He’s behind you!
Benighted at the Old Red Lion Theatre
19 December, 2016 — By Michael Stewart
Harrie Hayes in Benighted. Photo: Chris Gardner
IT is a dark and stormy night and three travellers – two men and a woman – are driving through the wilds of Wales when a dam bursts and they are forced to seek shelter.
The only house visible through the pounding rain is a grim mansion of the Bates Motel variety, and they quickly realise their mistake when the door is opened by the butler, a blank-faced brute of a mute who greets them with a growl.
The trio have stumbled on the Femm household resided over by the eerie, other-worldly Horace Femm, assisted by his sister Rebecca, the butler Morgan and enough skeletons in the cupboard to populate the Roman Catacombs.
Horace is godless but his sister is a fanatical god-botherer who never talks if she can shout. Clad from head to foot in black, she resembles a wraith; all that is missing is a scythe. You get the feeling she is about to fetch one any minute.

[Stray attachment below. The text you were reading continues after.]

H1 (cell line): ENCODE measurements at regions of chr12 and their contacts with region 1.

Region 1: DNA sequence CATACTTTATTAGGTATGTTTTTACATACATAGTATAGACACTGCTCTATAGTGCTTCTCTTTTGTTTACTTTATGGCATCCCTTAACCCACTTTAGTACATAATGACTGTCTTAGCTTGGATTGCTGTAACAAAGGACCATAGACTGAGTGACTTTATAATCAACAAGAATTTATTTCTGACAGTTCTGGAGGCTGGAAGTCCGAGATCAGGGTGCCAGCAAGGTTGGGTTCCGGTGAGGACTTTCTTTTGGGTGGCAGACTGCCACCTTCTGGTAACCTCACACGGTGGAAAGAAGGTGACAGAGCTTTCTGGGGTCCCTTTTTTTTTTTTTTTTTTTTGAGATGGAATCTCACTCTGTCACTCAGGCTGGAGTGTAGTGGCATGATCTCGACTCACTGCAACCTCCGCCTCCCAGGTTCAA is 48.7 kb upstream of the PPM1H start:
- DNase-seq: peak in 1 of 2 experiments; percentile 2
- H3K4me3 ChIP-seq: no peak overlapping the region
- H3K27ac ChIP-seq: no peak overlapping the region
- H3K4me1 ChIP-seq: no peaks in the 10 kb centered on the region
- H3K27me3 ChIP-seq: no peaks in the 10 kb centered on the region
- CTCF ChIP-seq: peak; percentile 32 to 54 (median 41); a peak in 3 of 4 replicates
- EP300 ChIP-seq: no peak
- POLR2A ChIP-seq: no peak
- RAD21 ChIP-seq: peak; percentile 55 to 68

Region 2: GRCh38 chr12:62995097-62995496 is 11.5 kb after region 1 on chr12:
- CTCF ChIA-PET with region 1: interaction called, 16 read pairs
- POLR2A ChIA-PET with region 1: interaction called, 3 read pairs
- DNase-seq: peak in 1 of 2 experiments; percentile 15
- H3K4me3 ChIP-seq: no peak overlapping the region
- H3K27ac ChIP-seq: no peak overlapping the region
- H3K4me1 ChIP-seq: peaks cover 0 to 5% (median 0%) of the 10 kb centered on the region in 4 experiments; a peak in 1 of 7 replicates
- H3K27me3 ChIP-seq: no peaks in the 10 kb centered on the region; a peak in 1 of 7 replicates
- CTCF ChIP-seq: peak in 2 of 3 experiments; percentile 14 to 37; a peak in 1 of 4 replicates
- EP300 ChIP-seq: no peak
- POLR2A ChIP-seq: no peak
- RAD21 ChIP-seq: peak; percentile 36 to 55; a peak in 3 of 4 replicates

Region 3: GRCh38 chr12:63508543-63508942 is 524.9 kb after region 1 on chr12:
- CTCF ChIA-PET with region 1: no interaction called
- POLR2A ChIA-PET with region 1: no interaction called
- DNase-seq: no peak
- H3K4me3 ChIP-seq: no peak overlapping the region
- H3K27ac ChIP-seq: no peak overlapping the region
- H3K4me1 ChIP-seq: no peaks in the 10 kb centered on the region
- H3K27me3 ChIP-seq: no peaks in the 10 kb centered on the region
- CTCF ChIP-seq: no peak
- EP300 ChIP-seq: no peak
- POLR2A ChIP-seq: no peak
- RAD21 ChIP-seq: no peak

The storm gathers and fearful thuds and explosions can be heard from upstairs compounding the sense of imminent doom. Horace reveals there is yet another brother locked away in a room who is even loonier than the rest of them.
What’s more, Morgan is unleashed and lurching around in a drunken stupor intent on ravishing the pretty female guest. The Addams Family have nothing on this lot.
Adapted by Duncan Gates from JB Priestley’s book and James Whale’s film version, The Old Dark House starring Boris Karloff, the actors have a whale of a time parodying 30s acting styles.
Gregor Donnelly’s set is a superb recreation of German Expressionist design; all weird angles and warped perspectives, and David Gregor’s sound design puts the fear of God into you. Together they turn the house into a powerful presence, the star of the show.
If you want an antidote to the schmaltz of Christmas pay a visit to this old dark house at the Old Red Lion. Mind you, it does little for Welsh tourism.
Until January 7 0844 412 4307